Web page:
CFO Alex Sink's Consumer eViews Newsletter

Volume 5 Number 32 August 8, 2008

CONSUMER SERVICES HELPLINE 877-MY-FL-CFO

CFO Sink auctions unclaimed property

This bow-shaped platinum and yellow gold brooch with 393 diamonds and 93 sparkling rubies, which sold for $16,000

CFO SINK: FLORIDA’S UNCLAIMED PROPERTY AUCTION RAISES RECORD FUNDS FOR FLORIDA’S PUBLIC SCHOOLS
Auction draws hundreds and raises more than $925,000 for education

Bidders from around the nation descended on Tampa Bay last Saturday to find lost treasure at Florida Chief Financial Officer Alex Sink’s annual Unclaimed Property Auction. Coordinated by CFO Sink’s Department of Financial Services, Bureau of Unclaimed Property (Bureau), the auction shattered previous auction records by raising $925,550 for Florida’s public schools — a $108,000 increase over last year.

“I am thankful to the Floridians who bid on the wonderful items up for auction and the members of our Bureau who worked so hard to make this event a success,” said CFO Sink, who oversees the Bureau. “Not only did we raise a record-breaking $925,550 for Florida school children, we also raised awareness about our mission of reuniting Floridians with their unclaimed property.”
The Bureau’s first priority is to reunite Floridians with their lost property. Every year, the Bureau receives millions in assets and abandoned contents of safe deposit boxes, and has had tremendous success in finding owners. During Sink’s tenure as CFO, more than $322 million has been returned to the rightful owners (or heirs) of 496,374 accounts.

The Bureau spends up to two years searching for the rightful owners or heirs after receiving items in safe deposit boxes that have been abandoned at least three years. When owners or heirs cannot be found, the items are auctioned. While the proceeds from the auctioned items are transferred to the State School Trust Fund, the money is held in the original owners' name and can be claimed for free at any time.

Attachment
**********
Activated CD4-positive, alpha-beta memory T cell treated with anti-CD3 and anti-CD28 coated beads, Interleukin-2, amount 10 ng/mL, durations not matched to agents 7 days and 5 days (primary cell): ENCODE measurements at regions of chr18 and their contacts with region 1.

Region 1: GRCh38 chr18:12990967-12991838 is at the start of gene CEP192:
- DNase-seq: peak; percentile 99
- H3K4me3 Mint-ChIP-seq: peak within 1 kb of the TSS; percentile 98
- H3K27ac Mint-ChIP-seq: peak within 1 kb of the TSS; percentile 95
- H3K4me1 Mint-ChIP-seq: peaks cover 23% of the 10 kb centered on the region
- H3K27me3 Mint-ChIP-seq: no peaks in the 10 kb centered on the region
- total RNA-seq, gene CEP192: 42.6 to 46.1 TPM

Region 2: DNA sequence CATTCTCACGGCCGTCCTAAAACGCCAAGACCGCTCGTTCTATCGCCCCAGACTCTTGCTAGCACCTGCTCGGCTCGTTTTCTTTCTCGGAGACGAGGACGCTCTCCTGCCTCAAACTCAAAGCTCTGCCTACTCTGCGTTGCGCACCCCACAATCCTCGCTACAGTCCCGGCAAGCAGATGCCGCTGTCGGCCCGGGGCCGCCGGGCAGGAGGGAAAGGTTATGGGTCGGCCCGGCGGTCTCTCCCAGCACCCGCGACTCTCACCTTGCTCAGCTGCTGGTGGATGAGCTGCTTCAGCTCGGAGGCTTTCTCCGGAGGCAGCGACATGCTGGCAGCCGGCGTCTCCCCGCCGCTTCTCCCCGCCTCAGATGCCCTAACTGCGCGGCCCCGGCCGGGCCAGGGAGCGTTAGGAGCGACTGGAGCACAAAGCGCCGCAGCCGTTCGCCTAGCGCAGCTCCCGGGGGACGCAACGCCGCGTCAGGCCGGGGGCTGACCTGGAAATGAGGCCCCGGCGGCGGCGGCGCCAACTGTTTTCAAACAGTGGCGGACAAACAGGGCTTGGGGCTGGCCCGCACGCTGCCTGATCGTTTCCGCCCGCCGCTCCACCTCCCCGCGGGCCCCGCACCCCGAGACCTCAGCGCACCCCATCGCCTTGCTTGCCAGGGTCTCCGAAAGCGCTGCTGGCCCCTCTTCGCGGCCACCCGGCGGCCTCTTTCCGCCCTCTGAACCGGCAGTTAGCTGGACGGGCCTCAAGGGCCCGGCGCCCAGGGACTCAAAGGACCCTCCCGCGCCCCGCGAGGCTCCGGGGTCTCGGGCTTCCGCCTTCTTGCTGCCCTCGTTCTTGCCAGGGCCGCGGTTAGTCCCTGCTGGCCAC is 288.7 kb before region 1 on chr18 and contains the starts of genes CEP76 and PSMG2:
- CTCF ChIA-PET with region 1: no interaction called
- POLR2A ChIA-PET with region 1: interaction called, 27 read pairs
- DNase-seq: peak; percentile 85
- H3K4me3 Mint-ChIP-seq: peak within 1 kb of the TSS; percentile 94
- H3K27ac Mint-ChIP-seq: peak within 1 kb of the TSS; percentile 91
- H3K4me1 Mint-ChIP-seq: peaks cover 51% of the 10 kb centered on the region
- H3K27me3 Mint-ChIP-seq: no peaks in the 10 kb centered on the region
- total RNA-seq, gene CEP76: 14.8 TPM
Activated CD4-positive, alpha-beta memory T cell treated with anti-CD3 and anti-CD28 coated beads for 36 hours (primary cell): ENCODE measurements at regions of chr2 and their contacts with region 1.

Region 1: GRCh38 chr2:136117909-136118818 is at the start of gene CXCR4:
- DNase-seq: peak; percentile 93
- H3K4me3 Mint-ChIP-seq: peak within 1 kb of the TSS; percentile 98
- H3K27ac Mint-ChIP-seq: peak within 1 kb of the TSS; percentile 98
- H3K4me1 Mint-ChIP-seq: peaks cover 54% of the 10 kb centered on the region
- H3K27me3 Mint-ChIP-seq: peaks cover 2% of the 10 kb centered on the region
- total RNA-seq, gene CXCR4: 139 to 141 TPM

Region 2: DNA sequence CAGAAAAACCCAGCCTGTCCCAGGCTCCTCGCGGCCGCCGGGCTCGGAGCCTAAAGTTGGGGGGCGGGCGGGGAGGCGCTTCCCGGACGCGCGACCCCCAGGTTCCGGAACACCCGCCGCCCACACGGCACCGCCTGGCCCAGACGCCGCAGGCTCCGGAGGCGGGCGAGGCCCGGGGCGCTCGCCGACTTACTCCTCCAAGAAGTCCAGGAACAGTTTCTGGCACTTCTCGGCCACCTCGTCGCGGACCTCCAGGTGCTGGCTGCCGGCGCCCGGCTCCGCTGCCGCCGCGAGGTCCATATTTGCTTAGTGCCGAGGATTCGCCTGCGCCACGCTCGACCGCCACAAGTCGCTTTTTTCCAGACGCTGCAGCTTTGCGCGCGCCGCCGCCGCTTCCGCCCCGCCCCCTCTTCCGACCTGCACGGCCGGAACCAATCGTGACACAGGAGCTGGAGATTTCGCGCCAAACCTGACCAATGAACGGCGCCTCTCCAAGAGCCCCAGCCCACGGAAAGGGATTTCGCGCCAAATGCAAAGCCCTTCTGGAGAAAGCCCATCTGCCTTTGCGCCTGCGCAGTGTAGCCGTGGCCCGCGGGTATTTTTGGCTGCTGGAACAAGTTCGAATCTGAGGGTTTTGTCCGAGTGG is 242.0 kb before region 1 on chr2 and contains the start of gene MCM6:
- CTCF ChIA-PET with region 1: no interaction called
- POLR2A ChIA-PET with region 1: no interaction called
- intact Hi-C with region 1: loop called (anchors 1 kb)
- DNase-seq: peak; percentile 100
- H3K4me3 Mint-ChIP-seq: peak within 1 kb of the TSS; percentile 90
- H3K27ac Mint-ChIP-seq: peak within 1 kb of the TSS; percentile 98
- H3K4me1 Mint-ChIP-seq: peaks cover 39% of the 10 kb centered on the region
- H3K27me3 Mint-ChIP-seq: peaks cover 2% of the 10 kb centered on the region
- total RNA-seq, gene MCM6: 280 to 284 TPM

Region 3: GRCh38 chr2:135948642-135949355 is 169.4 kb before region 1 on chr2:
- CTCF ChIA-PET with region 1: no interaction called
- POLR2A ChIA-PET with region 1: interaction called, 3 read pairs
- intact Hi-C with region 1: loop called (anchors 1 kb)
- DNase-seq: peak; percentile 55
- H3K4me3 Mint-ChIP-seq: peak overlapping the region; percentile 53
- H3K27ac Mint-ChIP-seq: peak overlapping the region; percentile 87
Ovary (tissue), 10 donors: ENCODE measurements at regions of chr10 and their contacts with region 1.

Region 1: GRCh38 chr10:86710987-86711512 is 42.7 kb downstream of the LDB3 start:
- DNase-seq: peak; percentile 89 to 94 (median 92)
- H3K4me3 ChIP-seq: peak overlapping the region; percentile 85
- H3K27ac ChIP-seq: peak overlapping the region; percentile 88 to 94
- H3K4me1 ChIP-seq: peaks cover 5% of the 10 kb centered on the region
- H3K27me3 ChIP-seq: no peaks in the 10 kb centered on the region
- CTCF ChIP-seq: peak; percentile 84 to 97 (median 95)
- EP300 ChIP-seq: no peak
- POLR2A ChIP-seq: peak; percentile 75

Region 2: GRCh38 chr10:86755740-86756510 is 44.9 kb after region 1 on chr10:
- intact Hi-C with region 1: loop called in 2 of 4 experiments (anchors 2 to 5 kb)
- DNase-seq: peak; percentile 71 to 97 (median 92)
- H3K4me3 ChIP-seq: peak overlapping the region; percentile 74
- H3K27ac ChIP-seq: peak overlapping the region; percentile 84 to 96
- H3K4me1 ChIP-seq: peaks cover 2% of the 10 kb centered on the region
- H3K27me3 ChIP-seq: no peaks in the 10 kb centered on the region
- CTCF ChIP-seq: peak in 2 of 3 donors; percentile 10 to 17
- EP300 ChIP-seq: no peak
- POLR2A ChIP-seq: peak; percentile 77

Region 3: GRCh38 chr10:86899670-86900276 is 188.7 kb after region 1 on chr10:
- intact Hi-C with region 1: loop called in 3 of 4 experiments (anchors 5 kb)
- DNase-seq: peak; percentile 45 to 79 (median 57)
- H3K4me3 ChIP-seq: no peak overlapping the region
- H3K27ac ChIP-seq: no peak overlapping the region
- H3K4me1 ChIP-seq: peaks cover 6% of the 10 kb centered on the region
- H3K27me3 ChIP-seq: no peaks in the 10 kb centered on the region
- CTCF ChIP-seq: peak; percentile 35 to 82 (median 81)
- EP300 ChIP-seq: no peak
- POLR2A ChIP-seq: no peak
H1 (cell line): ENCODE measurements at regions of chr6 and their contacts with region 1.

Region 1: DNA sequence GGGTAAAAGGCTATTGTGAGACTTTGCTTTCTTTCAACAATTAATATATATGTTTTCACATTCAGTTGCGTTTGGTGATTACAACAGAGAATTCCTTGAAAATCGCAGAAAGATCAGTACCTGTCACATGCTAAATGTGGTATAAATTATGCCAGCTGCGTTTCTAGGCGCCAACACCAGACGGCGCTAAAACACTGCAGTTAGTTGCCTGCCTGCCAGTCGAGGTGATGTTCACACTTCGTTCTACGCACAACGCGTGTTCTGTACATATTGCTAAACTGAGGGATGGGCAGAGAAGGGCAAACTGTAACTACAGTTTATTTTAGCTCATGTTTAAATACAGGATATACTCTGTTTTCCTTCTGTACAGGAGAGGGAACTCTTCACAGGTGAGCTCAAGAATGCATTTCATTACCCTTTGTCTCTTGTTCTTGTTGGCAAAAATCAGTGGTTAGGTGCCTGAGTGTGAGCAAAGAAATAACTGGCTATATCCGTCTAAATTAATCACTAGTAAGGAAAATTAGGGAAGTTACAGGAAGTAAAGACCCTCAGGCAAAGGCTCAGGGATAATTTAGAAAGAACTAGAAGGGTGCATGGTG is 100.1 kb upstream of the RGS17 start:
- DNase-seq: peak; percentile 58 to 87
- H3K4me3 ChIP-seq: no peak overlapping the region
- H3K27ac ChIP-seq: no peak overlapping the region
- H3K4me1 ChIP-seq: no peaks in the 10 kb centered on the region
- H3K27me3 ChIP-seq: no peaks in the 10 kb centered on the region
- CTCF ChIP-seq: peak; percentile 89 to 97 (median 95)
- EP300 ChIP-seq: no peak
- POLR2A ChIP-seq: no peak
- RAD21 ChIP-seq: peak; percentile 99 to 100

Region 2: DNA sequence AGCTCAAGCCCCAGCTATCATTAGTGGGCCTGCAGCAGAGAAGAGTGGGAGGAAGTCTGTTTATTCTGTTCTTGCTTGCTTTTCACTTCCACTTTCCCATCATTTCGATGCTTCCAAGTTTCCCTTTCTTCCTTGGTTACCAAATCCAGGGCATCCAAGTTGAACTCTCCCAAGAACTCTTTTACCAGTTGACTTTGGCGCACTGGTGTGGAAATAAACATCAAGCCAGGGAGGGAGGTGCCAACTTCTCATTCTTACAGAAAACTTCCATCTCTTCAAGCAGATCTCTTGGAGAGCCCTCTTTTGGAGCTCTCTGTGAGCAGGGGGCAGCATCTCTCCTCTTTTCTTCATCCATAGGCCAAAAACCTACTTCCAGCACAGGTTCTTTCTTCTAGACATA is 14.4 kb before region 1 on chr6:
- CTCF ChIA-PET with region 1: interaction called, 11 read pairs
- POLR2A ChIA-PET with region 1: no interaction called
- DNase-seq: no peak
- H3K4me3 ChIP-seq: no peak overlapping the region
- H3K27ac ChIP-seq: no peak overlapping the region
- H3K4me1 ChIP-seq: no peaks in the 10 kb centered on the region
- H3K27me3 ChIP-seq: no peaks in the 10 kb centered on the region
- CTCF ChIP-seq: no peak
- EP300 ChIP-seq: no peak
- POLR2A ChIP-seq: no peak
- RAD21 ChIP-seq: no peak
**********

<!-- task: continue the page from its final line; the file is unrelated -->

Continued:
More than 400 lots were sold during Saturday’s auction, with the proceeds going to the State School Trust Fund. The top selling item was a pair of platinum and gold earrings, each bearing a 3 carat European cut diamond, which sold for $18,000. Other top selling items included:

  • a 100-ounce bar of .999 fine silver, which sold for $1,800;

  • a collection of 13 gold coins, 1915 Austrian restrike (100 Coronas), which sold for $11,000;

  • a bow-shaped platinum and yellow gold brooch with 393 diamonds and 93 sparkling rubies, which sold for $16,000; and

  • a vintage collection of 1905 bronze opera glasses, 1921 Morgan dollar keychain and Cartier lighter, which sold for $950.

Floridians are encouraged to search the Unclaimed Property Web site at www.FLTreasureHunt.org  for their own names and the names of their family members and ancestors. Many of the accounts held by the state are in the name of deceased relatives, and it can be difficult for the state to locate the heirs of these accounts. Floridians can also contact the Bureau at 1-88-VALUABLE. Unclaimed property may always be claimed free of charge.

The Bureau is currently holding 7.8 million accounts, mostly from dormant accounts in financial institutions, unclaimed utility deposits, insurance benefits, premium refunds, uncashed checks and trust accounts, as well as watches, jewelry, coins, stamps and historical items from abandoned safe deposit boxes. Since the program's inception 47 years ago, the Bureau has successfully reunited owners with more than $1.2 billion in unclaimed property. During the past five years, the program has returned more than $697 million, more than 60 percent of all the money returned since the beginning of the program – due largely to aggressive efforts by the program to contact owners.